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Best road bike helmets for triathlon

A well-chosen bike helmet will increase your safety, aerodynamics and riding comfort. But what’s the pick of the sub-£100 crop? Matt Baird tests 11...

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Our most recent helmet buyer’s guides have involved the pick of the aero road helmet crop being put through their paces in the wind tunnel (check out the results here), but this year it’s the turn of the sub-£100 road lids.


That’s not to say drag-reduction wasn’t considered when testing, but the focus on the following pages is more on comfort, ventilation and added features over watts and painstaking yaw-angle analysis.

While EPS (expanded polystyrene) still dominates the build of road helmets (Hexr’s plant-based Polyamide-11 construction helmet is three-times this test’s budget cap), the helmets here still take noticeably different approaches to comfort, ventilation, aerodynamics and safety.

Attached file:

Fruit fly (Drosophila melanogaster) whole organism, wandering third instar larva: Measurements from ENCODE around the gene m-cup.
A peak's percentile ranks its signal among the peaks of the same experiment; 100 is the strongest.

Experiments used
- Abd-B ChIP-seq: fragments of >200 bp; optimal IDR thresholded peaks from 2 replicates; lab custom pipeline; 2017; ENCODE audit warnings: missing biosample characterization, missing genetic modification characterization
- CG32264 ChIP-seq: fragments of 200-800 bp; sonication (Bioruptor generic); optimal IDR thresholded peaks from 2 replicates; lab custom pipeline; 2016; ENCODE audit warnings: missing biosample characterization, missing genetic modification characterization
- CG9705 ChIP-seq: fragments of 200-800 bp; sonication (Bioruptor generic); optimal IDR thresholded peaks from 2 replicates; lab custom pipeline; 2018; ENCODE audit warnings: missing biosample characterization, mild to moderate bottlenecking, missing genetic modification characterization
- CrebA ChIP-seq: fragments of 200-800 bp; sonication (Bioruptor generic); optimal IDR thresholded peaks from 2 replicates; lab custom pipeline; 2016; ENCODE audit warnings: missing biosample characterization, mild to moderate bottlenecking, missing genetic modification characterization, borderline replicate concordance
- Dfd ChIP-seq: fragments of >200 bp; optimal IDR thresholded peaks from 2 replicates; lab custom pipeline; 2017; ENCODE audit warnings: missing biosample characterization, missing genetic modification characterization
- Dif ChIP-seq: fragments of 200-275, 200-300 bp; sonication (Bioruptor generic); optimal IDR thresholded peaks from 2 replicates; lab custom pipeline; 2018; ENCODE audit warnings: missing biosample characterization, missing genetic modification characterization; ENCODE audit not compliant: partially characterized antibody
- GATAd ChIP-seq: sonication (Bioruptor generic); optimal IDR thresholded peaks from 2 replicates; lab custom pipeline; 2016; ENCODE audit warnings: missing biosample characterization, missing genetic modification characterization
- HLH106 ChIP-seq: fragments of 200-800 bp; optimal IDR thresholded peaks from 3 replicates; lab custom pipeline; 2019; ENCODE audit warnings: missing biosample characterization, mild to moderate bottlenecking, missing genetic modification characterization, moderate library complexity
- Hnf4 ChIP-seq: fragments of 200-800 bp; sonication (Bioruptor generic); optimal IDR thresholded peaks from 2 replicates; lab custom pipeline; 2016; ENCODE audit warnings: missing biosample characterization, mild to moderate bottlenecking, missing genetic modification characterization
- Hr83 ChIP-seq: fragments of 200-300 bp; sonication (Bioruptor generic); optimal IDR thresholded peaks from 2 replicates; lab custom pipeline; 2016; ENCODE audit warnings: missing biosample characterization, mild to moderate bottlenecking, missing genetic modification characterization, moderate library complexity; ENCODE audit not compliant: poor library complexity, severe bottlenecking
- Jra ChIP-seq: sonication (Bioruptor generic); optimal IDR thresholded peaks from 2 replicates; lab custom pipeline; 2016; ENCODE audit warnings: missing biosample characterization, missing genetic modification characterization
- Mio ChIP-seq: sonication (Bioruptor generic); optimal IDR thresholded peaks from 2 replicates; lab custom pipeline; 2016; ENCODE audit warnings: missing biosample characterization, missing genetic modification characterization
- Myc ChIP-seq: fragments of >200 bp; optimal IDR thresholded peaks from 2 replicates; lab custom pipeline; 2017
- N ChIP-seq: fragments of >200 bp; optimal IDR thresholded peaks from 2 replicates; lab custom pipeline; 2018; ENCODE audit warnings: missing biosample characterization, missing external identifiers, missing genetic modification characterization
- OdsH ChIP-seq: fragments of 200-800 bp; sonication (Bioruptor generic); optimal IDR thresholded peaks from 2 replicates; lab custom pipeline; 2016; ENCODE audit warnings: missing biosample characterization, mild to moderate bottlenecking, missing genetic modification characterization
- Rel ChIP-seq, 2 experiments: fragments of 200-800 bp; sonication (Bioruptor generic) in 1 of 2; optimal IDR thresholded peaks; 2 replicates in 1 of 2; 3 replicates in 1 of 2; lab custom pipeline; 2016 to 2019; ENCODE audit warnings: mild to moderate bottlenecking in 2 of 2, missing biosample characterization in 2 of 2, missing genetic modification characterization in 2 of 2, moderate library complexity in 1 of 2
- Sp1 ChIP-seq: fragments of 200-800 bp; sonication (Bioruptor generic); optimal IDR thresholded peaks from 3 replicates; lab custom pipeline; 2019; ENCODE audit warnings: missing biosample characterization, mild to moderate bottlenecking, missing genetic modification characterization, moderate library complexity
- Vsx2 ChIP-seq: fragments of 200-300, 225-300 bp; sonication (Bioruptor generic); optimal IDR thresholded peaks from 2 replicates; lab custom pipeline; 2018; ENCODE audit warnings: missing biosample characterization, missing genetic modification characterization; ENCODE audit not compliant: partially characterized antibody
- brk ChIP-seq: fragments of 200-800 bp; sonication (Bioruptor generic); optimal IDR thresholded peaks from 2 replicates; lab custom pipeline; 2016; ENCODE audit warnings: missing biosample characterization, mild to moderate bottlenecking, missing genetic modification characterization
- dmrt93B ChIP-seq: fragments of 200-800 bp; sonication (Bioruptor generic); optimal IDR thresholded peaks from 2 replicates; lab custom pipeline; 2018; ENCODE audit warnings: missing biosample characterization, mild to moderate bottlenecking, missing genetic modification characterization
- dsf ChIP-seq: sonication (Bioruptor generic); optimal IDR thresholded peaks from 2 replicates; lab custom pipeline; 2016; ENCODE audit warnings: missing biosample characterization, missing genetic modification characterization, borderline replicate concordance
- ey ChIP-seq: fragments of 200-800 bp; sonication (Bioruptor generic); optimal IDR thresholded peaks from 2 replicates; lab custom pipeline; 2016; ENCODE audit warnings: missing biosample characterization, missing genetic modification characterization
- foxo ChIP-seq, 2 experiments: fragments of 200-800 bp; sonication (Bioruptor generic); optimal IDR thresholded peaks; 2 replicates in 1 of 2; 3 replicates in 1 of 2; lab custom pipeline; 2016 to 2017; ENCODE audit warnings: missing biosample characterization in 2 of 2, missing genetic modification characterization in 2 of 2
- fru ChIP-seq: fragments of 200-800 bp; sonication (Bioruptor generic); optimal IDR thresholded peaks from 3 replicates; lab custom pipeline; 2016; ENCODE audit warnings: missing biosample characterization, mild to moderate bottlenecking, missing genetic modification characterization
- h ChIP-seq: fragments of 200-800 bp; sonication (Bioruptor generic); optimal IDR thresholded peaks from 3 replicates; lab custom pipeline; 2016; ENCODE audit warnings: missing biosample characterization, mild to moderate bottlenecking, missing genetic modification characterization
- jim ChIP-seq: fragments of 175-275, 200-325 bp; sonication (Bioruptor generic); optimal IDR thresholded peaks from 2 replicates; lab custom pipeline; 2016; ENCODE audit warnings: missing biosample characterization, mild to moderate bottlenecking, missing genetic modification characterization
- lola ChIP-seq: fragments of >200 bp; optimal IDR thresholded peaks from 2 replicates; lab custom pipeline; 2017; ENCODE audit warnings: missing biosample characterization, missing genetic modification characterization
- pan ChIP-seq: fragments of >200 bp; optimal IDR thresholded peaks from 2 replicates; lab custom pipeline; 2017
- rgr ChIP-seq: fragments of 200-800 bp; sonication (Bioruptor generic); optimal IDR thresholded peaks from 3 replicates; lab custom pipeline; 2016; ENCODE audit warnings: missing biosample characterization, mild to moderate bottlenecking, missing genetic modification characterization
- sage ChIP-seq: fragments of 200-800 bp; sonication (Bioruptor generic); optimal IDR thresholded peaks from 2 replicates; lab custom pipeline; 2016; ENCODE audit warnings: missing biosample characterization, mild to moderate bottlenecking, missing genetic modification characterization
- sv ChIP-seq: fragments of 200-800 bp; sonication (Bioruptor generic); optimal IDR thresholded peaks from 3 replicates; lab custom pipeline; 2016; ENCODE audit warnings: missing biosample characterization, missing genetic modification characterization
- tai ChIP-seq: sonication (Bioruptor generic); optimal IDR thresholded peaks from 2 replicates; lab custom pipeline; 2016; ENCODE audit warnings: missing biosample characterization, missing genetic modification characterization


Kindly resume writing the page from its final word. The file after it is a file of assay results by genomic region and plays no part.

Comfort is key and, while trying before you buy is the ideal, the range of internal height adjustments, retention systems, strap adjustability and sizing variations will likely ensure these helmets fit most head shapes.

As opposed to aero road helmets or especially cone-shaped TT lids, the more traditional helmets here offer increased ventilation due to the larger number of air channels; great for hilly rides in the summer, but you’ll want a skull cap underneath in the depths of winter.

Finally, and most importantly, comes safety. The helmets here pass the relevant safety tests for European retail, but some come with added protection measures, including crash replacement options, reinforced EPS foam and MIPS (Multi-Directional Impact System).

The latter aims to help with rotational impacts by allowing the EPS shell to move up to 15mm over an inner liner, hopefully reducing the energy transfer that can cause concussion or more serious brain injuries.